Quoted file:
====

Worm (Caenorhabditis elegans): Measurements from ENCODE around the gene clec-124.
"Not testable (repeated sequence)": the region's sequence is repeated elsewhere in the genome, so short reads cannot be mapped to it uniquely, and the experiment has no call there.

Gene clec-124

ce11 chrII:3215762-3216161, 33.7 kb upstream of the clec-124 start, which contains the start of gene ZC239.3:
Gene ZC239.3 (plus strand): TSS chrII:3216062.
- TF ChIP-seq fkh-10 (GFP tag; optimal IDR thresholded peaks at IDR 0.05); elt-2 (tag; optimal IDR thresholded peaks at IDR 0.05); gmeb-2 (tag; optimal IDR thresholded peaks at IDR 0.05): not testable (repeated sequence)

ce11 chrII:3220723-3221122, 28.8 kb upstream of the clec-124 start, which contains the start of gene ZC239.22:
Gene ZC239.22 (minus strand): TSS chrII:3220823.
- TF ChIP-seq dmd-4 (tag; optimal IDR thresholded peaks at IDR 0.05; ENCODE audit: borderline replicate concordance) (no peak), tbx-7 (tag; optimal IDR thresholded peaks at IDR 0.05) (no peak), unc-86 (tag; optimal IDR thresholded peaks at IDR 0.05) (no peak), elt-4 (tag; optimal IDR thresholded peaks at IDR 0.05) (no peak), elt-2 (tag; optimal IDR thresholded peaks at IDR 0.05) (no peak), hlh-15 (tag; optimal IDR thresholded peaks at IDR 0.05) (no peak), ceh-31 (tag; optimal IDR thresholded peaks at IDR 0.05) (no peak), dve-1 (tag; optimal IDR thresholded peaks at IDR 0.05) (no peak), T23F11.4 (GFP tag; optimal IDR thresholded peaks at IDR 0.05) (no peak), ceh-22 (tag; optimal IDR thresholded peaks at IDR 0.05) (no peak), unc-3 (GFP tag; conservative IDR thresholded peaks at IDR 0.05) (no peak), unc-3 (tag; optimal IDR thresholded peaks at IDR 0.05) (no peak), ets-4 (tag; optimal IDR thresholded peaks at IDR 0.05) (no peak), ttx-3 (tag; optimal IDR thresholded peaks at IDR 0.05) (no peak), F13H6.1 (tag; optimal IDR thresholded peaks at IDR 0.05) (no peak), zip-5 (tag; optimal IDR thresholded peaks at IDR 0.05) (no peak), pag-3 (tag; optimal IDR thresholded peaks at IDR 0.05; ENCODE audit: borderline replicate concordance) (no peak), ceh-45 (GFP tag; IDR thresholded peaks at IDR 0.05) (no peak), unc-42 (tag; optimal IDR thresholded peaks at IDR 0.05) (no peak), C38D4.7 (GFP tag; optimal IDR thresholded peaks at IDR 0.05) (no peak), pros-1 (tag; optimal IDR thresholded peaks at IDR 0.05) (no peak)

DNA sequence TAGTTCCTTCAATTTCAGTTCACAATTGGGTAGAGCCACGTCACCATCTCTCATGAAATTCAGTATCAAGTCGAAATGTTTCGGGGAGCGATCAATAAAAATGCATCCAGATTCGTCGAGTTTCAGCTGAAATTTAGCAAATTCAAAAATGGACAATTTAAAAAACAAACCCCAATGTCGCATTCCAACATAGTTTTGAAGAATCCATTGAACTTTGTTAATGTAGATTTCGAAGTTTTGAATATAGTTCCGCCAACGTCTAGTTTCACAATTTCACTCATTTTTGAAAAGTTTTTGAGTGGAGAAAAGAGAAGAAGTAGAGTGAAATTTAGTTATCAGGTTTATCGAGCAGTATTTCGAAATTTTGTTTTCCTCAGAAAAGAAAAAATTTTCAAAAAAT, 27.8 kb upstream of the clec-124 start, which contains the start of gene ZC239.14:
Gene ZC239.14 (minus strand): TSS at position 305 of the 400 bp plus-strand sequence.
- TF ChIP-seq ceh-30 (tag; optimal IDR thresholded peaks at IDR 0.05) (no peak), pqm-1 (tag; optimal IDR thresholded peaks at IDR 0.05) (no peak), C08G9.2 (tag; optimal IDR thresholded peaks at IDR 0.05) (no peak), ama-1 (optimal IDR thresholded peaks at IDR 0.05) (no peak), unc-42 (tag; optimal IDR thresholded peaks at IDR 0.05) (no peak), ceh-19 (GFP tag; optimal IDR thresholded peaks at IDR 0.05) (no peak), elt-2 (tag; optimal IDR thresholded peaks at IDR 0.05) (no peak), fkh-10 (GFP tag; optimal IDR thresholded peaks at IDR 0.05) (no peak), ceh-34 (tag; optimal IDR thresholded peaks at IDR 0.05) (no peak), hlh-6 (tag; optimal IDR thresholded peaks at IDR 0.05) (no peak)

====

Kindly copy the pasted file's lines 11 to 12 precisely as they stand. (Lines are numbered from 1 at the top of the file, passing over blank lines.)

Gene ZC239.14 (minus strand): TSS at position 305 of the 400 bp plus-strand sequence.
- TF ChIP-seq ceh-30 (tag; optimal IDR thresholded peaks at IDR 0.05) (no peak), pqm-1 (tag; optimal IDR thresholded peaks at IDR 0.05) (no peak), C08G9.2 (tag; optimal IDR thresholded peaks at IDR 0.05) (no peak), ama-1 (optimal IDR thresholded peaks at IDR 0.05) (no peak), unc-42 (tag; optimal IDR thresholded peaks at IDR 0.05) (no peak), ceh-19 (GFP tag; optimal IDR thresholded peaks at IDR 0.05) (no peak), elt-2 (tag; optimal IDR thresholded peaks at IDR 0.05) (no peak), fkh-10 (GFP tag; optimal IDR thresholded peaks at IDR 0.05) (no peak), ceh-34 (tag; optimal IDR thresholded peaks at IDR 0.05) (no peak), hlh-6 (tag; optimal IDR thresholded peaks at IDR 0.05) (no peak)